restricted access 4. John Mitchell and Other Tales of Corruption, 1868-73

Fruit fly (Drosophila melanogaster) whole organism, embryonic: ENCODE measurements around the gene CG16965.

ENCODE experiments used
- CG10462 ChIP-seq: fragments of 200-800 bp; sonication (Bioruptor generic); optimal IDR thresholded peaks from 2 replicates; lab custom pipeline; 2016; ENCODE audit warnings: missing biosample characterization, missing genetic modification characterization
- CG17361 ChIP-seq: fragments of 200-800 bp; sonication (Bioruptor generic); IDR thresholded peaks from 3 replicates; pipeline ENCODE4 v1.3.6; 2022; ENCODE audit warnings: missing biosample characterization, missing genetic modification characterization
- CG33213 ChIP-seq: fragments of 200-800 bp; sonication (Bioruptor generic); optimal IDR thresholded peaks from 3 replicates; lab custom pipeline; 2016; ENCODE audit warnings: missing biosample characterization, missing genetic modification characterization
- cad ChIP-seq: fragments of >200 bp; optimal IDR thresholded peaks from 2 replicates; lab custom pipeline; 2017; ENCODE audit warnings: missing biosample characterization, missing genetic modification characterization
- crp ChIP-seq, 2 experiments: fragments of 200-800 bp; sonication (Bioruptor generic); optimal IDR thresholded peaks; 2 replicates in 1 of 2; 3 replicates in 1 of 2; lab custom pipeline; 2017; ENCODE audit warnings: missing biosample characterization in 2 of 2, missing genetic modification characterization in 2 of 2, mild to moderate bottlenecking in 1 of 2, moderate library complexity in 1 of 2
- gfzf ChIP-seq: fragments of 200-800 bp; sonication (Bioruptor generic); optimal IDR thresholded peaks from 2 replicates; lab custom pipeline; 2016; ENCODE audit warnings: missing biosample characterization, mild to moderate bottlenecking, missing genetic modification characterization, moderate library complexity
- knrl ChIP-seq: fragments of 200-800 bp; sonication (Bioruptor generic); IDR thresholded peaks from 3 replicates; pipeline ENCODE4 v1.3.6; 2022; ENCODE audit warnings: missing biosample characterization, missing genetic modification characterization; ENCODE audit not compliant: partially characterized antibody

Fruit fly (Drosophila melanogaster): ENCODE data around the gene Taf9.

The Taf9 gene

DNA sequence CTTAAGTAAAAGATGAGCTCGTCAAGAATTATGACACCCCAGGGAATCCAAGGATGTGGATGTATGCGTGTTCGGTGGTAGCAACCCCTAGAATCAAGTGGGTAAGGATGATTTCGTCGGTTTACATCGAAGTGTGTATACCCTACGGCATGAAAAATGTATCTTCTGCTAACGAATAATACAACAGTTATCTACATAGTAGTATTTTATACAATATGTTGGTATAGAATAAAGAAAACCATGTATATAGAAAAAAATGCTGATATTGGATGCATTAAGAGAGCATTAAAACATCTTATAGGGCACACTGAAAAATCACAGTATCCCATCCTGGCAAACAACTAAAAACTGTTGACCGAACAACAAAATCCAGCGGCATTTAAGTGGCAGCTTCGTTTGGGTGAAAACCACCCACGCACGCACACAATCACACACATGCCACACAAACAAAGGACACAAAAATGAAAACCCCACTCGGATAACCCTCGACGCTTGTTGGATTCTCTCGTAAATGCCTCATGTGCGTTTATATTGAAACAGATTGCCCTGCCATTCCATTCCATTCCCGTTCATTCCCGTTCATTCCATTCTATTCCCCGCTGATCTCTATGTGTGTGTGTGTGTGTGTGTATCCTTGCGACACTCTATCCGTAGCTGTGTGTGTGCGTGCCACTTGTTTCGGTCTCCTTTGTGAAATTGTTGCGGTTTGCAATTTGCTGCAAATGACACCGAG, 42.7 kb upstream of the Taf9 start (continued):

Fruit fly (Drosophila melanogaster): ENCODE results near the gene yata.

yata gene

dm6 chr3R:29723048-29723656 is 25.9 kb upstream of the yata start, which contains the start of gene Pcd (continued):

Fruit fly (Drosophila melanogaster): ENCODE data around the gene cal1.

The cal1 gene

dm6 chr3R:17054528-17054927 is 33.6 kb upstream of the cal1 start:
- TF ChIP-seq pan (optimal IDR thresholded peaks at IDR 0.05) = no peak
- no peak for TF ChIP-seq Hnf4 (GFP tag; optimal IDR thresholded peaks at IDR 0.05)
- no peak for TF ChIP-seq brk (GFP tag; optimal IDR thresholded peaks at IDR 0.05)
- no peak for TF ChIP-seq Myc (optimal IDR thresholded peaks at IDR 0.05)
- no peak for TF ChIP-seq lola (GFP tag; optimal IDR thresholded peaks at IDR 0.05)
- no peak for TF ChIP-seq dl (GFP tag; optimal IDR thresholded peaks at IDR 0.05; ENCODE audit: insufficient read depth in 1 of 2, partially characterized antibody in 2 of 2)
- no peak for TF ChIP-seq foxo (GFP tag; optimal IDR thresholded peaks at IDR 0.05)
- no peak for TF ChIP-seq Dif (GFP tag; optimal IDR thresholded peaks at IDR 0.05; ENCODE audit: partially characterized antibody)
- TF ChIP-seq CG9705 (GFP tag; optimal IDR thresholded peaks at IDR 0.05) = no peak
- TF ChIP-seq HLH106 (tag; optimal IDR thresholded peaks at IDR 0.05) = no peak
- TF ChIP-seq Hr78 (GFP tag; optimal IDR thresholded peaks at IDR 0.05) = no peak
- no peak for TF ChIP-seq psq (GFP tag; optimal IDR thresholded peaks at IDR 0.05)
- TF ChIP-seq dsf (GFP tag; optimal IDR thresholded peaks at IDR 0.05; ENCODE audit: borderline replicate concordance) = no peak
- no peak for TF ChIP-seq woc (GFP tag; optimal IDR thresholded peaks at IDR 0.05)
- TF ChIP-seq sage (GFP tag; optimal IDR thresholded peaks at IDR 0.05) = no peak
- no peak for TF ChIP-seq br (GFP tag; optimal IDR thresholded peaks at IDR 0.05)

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65 Chapter 4 John Mitchell and Other Tales of Corruption, 1868-73 Oregon was six years old when the Civil War ended in 1865, its infant institutions still rough and ill-formed. Traditions were forming, yet change was the rule. It was during these formative years that a sinister force took hold in Oregon. For the next 40 years Oregon’s politicians and government were captive to political corruption. Unprincipled, greedy men lusted for political power—and all too often gained it. Oregon was riddled with graft. Common attitudes were “If you want to do business with me, it will cost you,” or “How much are you willing to pay for my vote?” Oregon’s political institutions were the tools by which a few advanced their narrow interests. Among the corrupt were governors, secretaries of state, U.S. senators and congressmen, city and county officials. Corruption knew no limits, as both Republicans and Democrats were caught in its web. Not all officeholders were corrupt. Many dedicated and honest men held office during this period. Yet among state legislators, many were as likely as not to take a bribe. Others were willing to sell their vote for a promise of a job or contract for themselves, a friend, business partner, or family member. For such men political power was a ticket to riches and influence. It was an age when politics was played for intensely selfish purposes. Bribes, usually in the form of a $20 or $100 bill, were the most common type of political corruption. Cash bribes were regularly offered to legislators on two occasions: when a vote on a key bill was pending (especially if there was a lot of money to be made), or when the legislature was voting on the office of U.S. senator. Indeed, Oregon’s most notorious episodes of political corruption occurred during the election of two U.S. senators. In virtually every senatorial vote between 1872 and 1906, thousands of dollars (on one occasion, $300,000) flooded the State Capitol as eager candidates and their rich backers vied for votes among legislators. In the late 1890s, Republican lawmakers demanded $4,000 for their senatorial vote; minority Democrats got $3,000.1 66 chapter 4 Ben Holladay, Wheeler-Dealer Benjamin Holladay, the “Stagecoach King” moved to Portland from California in August 1868. Within days, he had a new friend and ally, John H. Mitchell. Mitchell was Ben Holladay’s lawyer, advisor, mouthpiece, and henchman. For five years, the Holladay-Mitchell team rattled Oregon’s fragile political institutions to their foundations. Ben Holladay was a shrewd, bold, sometimes reckless capitalist. A self-made millionaire, he was known for his ruthless business ethics. He had lots of money that he spent liberally. Ben Holladay was the man who introduced Oregon to big-time political corruption. Many Portlanders wondered why such a successful businessman would forsake California’s many riches in favor of doing business in Oregon. Oregon, after all, was a crude and isolated backwater. The answer was simple: Ben Holladay intended to be on the ground floor of Oregon’s budding railroad age. His goal was to build Oregon’s first railroad line from Portland into northern California. Holladay relished challenges. And what could be more of a challenge than directing the building of a railroad across nearly 300 miles of raw Oregon frontier? The financing, engineering and grading, the laying of track, the construction of bridges and trestles, and the opening of new markets—these were the challenges that drew Ben Holladay to the Willamette Valley. For those bold enough to take big risks, the reward could result in a life of influence, fame, wealth, and comfort. It was the potential for huge profits, made quickly, that attracted Ben Holladay and others like him to Oregon in the 1860s and 1870s. Land Scams Oregon’s greatest resource was land, millions and millions of acres of it just waiting to be claimed. Across the land, roads and rail track could be built, on it stood vast coniferous forests, representing billions of board-feet of valuable, quality lumber, and beneath its surface lay rich mineral deposits. The men ready to compete for the title to Oregon’s public lands would capture the great wealth that the land represented. Men like Ben Holladay, Henry Villard, S .A. D. Puter, John Ainsworth, Simeon Reed, Henry Corbett, Joseph Gaston, and John Mitchell set out to take title to as much of Oregon as they could. This is how they...


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